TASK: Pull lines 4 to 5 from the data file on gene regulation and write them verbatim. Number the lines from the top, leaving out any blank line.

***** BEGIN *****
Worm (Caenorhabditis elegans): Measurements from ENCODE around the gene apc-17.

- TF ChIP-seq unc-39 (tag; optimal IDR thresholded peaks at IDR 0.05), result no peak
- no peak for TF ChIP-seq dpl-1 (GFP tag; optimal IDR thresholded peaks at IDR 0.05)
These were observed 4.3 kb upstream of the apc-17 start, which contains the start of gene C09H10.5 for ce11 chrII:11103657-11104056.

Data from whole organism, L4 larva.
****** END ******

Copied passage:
These were observed 4.3 kb upstream of the apc-17 start, which contains the start of gene C09H10.5 for ce11 chrII:11103657-11104056.

Data from whole organism, L4 larva.